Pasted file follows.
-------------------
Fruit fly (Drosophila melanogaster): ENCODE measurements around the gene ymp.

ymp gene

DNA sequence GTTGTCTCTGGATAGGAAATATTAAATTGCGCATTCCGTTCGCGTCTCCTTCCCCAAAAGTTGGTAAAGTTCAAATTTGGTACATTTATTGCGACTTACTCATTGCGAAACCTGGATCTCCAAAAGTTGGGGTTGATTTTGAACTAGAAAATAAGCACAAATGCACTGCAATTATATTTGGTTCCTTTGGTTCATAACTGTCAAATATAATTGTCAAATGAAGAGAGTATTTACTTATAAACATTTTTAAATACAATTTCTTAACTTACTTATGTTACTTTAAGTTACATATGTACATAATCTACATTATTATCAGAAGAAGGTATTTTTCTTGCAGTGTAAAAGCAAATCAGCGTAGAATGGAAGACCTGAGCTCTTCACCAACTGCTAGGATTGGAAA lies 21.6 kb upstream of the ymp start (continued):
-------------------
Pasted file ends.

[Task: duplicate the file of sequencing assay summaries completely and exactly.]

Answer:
Fruit fly (Drosophila melanogaster): ENCODE measurements around the gene ymp.

ymp gene

DNA sequence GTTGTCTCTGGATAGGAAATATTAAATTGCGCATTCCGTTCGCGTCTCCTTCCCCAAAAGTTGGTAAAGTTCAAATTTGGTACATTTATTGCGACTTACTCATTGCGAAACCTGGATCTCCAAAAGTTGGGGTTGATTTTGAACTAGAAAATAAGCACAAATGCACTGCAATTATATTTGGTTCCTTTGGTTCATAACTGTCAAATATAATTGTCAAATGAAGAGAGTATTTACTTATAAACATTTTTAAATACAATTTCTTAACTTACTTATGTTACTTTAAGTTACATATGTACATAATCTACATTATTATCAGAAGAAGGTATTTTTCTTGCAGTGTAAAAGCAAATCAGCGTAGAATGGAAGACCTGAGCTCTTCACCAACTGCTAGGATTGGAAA lies 21.6 kb upstream of the ymp start (continued):